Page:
Unveiling the Obama Doctrine

December 11, 2009

NOBEL-OBAMA/President Barack Obama did more than collect his Nobel Peace Prize in Oslo. Besides the trumpet fanfare, the black-tie festivities, the pomp, the circumstance and of course the speech, he unveiled what Washington-watchers are calling the Obama doctrine. But what is it, exactly?

A quick online search shows an early mention of the Obama doctrine in March 2008, when Obama and Hillary Rodham Clinton were still slugging it out for the Democratic presidential nomination. The American Prospect cited Obama speeches starting in January of that election year and talked to Obama’s foreign policy team to get an idea of what the future president’s world view might be. One key quote from the candidate on the Iraq war was seen as defining the doctrine: “I don’t want to just end the war, but I want to end the mind-set that got us into war in the first place.”

“An inextricable part of that doctrine is a relentless and thorough destruction of al-Qaeda,” The American Prospect said. “Is this hawkish? Is this dovish? It’s both and neither — an overhaul not just of our foreign policy but of how we think about foreign policy. And it might just be the future of American global leadership.”

More of the doctrine emerged, according to a column in The Washington Post, after Obama’s handling of the rescue of a U.S. ship captain from Somali pirates in April 2009, in which Obama said little and relied on Navy SEALs to free the captive: “The Obama Doctrine seeks to regain the world’s sympathy by acknowledging that while the United States is a great nation built on worthy principles, it is not perfect.”

Fast-forward to Oslo and Obama’s Nobel acceptance speech, which is winning praise from perennial Obama critics Sarah Palin and Newt Gingrich.

The Atlantic’s political blog called it “multilaterlism with teeth” and described it this way:  “Obama sought to move past the liberal sentiment that Americans felt as a backlash to the Iraq War: the idea that America was engaged in an imperialist enterprise, militarily and culturally. His answer: we do not seek to impose our will, but we will stand for global security and rights.”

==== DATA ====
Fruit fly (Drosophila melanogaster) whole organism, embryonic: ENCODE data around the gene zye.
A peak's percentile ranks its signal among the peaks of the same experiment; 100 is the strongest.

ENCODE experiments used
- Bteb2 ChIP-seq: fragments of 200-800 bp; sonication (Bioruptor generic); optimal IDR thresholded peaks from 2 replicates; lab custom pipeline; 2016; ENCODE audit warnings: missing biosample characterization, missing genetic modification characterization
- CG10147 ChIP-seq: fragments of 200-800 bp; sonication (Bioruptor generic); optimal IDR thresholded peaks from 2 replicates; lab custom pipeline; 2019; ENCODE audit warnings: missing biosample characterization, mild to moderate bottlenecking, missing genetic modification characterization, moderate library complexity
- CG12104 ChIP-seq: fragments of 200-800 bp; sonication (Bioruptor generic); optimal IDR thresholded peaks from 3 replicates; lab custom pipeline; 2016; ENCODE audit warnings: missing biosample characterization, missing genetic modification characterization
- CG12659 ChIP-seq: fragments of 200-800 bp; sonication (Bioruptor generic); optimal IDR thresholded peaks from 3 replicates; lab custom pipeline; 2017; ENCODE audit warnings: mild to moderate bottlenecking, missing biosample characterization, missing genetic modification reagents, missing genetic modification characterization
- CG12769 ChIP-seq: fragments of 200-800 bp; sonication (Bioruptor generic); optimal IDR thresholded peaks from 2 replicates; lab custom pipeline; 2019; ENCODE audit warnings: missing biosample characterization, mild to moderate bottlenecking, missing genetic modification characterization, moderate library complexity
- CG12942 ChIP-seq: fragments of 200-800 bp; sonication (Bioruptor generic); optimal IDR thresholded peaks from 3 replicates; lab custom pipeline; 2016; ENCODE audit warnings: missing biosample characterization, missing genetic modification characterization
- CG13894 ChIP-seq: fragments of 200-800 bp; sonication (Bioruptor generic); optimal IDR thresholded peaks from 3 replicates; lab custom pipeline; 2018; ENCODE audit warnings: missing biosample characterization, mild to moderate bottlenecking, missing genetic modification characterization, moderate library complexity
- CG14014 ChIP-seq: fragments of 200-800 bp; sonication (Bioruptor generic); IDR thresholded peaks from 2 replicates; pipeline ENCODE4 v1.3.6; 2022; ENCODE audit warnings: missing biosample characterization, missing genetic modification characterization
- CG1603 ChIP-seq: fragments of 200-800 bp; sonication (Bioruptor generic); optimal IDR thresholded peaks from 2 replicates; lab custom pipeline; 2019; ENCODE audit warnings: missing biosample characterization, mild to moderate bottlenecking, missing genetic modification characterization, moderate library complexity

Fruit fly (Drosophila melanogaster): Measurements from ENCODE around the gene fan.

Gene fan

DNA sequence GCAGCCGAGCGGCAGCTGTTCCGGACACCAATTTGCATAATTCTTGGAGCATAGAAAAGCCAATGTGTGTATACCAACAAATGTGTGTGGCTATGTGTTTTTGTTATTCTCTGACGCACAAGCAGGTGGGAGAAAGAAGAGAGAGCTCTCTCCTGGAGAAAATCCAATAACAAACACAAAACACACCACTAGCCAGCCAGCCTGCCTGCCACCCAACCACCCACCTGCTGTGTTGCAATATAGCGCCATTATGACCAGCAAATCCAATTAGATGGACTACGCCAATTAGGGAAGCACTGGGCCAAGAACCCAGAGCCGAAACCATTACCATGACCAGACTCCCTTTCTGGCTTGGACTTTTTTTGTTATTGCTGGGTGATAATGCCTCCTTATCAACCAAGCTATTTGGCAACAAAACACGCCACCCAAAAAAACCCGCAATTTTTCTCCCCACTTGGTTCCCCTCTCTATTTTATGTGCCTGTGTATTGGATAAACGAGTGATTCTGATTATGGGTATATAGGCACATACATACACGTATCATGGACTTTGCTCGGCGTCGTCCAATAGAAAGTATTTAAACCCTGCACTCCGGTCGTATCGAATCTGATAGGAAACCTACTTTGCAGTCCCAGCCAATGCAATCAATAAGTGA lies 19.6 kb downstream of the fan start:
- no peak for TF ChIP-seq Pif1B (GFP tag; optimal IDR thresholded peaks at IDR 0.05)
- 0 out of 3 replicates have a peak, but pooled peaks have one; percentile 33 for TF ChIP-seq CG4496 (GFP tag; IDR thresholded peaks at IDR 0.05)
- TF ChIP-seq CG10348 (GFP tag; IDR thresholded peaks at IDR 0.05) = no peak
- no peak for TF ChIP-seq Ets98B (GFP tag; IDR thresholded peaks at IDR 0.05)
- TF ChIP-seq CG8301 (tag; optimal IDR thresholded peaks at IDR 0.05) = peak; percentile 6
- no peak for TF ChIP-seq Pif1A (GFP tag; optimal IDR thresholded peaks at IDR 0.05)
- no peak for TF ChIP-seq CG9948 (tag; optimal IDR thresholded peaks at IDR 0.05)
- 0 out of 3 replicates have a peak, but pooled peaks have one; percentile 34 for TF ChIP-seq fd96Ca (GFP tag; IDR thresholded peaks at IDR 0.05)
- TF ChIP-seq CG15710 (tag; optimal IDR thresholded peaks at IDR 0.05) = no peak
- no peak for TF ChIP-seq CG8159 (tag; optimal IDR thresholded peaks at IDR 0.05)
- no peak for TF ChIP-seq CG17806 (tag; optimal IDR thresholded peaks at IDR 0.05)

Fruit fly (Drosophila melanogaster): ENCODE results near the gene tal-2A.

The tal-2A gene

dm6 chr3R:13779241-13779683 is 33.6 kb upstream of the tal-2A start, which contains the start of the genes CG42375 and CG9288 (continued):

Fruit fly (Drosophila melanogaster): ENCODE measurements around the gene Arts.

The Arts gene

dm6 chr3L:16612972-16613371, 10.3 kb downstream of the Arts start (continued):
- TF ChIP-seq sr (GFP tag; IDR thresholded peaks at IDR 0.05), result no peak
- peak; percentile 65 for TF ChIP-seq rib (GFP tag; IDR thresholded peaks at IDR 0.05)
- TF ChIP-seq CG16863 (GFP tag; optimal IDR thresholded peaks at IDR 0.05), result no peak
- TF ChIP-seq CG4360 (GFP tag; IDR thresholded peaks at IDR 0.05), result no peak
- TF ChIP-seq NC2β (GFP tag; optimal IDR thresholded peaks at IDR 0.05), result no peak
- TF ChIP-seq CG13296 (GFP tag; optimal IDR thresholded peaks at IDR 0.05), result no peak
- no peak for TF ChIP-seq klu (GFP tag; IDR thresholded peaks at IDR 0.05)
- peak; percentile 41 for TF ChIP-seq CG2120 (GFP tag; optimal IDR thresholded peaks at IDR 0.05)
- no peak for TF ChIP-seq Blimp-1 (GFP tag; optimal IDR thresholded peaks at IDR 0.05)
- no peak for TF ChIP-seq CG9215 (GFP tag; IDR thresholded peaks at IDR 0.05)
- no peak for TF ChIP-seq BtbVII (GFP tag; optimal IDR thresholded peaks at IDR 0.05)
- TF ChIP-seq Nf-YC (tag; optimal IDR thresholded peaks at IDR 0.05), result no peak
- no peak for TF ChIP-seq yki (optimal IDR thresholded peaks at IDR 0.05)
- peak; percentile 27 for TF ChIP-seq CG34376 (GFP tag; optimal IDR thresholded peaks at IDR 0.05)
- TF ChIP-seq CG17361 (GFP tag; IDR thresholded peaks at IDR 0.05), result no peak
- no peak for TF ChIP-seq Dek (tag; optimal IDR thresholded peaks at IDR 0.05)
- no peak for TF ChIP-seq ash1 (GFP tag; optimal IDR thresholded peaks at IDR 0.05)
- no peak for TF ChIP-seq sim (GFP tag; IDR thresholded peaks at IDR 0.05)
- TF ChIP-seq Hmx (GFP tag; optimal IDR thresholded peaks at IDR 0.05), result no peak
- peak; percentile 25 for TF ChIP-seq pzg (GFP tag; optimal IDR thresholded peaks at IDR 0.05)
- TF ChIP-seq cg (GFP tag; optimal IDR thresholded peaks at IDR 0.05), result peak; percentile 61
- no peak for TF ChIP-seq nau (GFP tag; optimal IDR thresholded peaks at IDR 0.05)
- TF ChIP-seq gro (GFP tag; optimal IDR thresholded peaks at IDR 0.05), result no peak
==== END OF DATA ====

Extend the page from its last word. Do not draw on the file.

It’s not the Bush doctrine of pre-emptive war, but it’s not what some of Obama’s anti-war critics want either.

So is this a successful middle way, or a compromise that’s likely to draw fire from hawks and doves alike? Let us know what you think.

Photo credit: REUTERS/Chris Helgren (Greenpeace banner outside Oslo city hall where President Barack Obama accepted Nobel Peace Prize, December 10, 2009)


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Both Jefferson and Franklin stated “War is folly”. Washington stated in his farewell address that we should cherish public debt. He went on to say “In the event of an unavoidable war use debt to prosecute it to a successful conclusion. Then once the war is over pay that debt down as rapidly as possible”. He never said anything about a “just war”.

While nations may or may not sign the Geneva convention all modern warfare brings injustice to civilians. The destruction of homes, cities and societies cannot be avoided. Civilians are at best made refugees and subject to all forms of degrading treatment. The unlucky are maimed or killed. There will be more civilian casualties than military personnel.

Wars are fought because rulers who have the power to wage war care not that a negotiated settlement is far less costly in treasure and blood. They merely covet that which there foe possesses. All wars are fought over resources.

Posted by eddieblack | Report as abusive

War is simply the conduct of politics through other means. It is the manner by which a nation enforces its rights, will or interests against another nation. Or to prevent such rights, will or interest being imposed on them.

It is the government which determines the rights, will and interests of the state. The people vote for the government. The military fight for the government.

Negotiation is held as the alternative to war: that two parties in conflict can reach some form of accord to avoid the tragic and expensive effects which war brings.